When you are feeling angry sometimes you need to ask yourself – Who am I really mad at?
As I mentioned in an earlier post, when I’m frustrated with myself I sometimes project that frustration onto other people. Sure the person may have done something minor to upset me but my level of anger or frustration still doesn’t add up.
That’s when I realize that it’s not the other person I’m mad at – it’s myself.
Here are a few thoughts on digging deeper and getting to the core of who you are really mad at and why.
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Understand other people are a mirror
I read about this recently in a brilliant book, You Are a Badass: How to Stop Doubting Your Greatness and Start Living an Awesome Life.
Jen Sincero says –
We’re all attracted to, as well as turned off by, various things about other people. And the things that stand out the most to us are the things that remind us the most of ourselves. This is because other people are like mirrors for us: If somebody bugs you, you’re projecting onto them something you don’t like about yourself, and if you think they’re awesome, they’re reflecting back something that you see in yourself that you like (even if it’s not developed in you yet).
In the same chapter, she goes on to say –
The things that bother us about other people bother us because they remind us of something that we don’t like about ourselves. Or their behavior triggers a fear or insecurity that we have, but may not realize we have.
When I was reading this chapter, it made perfect sense and I could remember particular instances where this had happened.
Once you are aware you are projecting onto people, you can take the emphasis off them and think about what triggered your feelings. Then you can work on dealing with them.
Related content that can help with triggers and feelings of insecurity –
- Know Your Trigger Words and How to Deal with Them
- 12 Techniques to Stop Feeling Inferior
- Know Your Own Worth
Your level of anger doesn’t match the issue or wrongdoing
This is usually the first indicator that your anger is being misdirected or at least being shared with another issue.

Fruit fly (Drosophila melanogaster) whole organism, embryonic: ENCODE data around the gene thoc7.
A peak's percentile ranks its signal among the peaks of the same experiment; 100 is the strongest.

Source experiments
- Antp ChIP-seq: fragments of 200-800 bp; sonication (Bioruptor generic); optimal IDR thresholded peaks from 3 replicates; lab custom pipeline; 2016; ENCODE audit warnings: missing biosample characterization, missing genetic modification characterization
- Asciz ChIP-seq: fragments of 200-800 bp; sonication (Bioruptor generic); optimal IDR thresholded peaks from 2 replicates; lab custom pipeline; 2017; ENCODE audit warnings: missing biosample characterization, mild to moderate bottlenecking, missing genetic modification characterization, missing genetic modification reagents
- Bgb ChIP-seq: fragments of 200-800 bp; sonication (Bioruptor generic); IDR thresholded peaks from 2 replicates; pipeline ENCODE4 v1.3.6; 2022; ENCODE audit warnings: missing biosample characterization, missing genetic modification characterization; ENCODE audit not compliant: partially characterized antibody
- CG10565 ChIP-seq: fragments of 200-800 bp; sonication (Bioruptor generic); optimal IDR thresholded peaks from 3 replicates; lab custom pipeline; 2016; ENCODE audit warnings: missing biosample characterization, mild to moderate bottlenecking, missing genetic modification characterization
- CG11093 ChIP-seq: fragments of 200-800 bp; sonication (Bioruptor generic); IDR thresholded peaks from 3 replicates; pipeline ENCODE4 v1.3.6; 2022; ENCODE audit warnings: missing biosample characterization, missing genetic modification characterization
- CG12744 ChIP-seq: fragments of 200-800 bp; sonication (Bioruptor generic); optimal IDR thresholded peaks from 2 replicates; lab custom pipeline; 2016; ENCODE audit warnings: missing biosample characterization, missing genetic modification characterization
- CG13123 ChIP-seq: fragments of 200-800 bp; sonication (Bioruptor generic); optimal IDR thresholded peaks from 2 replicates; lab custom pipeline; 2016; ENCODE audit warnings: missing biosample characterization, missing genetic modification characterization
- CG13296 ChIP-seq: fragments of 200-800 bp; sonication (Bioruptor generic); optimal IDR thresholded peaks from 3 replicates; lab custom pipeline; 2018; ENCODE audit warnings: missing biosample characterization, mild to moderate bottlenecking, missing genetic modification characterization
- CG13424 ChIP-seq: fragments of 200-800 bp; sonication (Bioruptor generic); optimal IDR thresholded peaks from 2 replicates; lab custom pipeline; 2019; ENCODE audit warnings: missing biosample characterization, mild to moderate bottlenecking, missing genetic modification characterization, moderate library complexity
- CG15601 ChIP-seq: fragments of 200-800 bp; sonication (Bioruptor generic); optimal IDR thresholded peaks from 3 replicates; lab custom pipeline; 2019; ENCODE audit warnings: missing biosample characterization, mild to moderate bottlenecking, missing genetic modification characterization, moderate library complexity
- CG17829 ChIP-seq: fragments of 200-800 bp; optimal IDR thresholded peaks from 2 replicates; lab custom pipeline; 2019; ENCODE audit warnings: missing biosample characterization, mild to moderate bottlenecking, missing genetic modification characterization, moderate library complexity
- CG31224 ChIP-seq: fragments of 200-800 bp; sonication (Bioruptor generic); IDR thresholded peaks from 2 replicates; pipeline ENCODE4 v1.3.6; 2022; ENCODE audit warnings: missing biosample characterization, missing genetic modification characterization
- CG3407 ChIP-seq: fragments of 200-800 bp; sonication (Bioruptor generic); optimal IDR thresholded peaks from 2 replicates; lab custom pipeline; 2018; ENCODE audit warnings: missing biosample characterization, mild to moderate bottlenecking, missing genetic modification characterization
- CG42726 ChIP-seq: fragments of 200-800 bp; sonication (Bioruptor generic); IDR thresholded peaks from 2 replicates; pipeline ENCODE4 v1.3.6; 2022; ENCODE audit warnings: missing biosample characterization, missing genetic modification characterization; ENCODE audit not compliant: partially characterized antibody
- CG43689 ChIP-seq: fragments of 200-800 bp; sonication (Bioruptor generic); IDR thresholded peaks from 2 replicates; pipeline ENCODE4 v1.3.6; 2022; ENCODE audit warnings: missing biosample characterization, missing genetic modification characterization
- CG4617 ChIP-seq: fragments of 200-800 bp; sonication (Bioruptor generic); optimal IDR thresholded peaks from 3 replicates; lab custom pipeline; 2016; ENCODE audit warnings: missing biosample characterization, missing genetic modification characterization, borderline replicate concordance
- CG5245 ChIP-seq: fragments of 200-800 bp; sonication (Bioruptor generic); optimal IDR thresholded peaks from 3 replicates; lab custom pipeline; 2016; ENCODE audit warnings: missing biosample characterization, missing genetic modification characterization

For me personally, it’s more about frustration than actual anger. The other person rarely knows I am angry at them as my frustration is all internalized.
I’m a person who takes a lot to get really angry (unless it involves the mistreatment of animals or children but that’s a whole different story).
Allow me to digress for a moment. In my twenties, I mentioned to a friend that I had a bad temper when I was pushed too far. He was shocked. He’s never seen me lose my temper.
Not long after that discussion, we were involved in a frightening car spin-out because my friend was racing another driver up a narrow mountain road and lost control. When the car finally came to a standstill and I realized we were both okay (though probably a little in shock), I let him have it.
I confess I wasn’t very ladylike about it. I used every swear word I knew and told him never to risk my life again. He started the car and we both remained silent. After about 30 mins he said, “you really do have a bad temper don’t you”. Argggggh!!
Most of the time, however, I’m pretty even-tempered. I generally forgive quickly as well.
When I find myself mad at someone, it helps to examine my feelings and see if the level of anger matches what I think they did wrong.
Most of the time it doesn’t. Usually, I realize I am frustrated with myself.
You have unfinished tasks/goals that are eating away at you
This is a big one for me.
Okay here’s the scenario – you have some big-ticket items on your to-do list that link heavily to your value system and the goals you are trying to achieve. Excellent. Then things happen that stop you from getting them done. Not so excellent!
Suddenly your frustration levels are going through the roof and you start to feel a little cranky.
I remember when I first started working with a coach many moons ago, one of the early exercises I did was to write a list of tasks that were outstanding in my life. Then of course my job was to start working through them.
Unfinished tasks can block us from moving forward.
If you have a lot on the go (as most of us do), chances are you can’t get every task finished all at once. Instead do the one or two tasks that are eating away at you and you will feel much better.
Related post – 16 Reasons You Are Not Achieving Your Goals
You feel disappointed in yourself
When I’m disappointed in myself, I tend to be hard on myself (as I’ve mentioned in recent posts I’m working really hard to kick this nasty behavioral habit. Thankfully I’m getting better and slowly learning to be kinder to myself).
Disappointment in yourself can be particularly bad if someone treated you badly in the past and you give them a second chance only to have them mistreat you again.
When this happens, we can sometimes be madder at ourselves for taking them back than by what happened.
What to do when you are feeling mad at yourself
If you are frustrated or disappointed in yourself about something that’s not happening in your life then the best way to nip this in the bud is to…..you guessed it…. take some sort of action.
We’re not talking about any old action here – it needs to be specific.
It needs to be something that will move you through your frustration.
Think back to one of those big-ticket goals we mentioned earlier. Pick a task relating to your goal and get it completed. Don’t simply start but make sure you finish as well.
Whenever you are feeling mad or angry, have a good look at who you are really mad at.
Is that external issue really bugging you that much or is it coming from inside of you?
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Read Next – 12 Things To Remember When You Think You’re Not Good Enough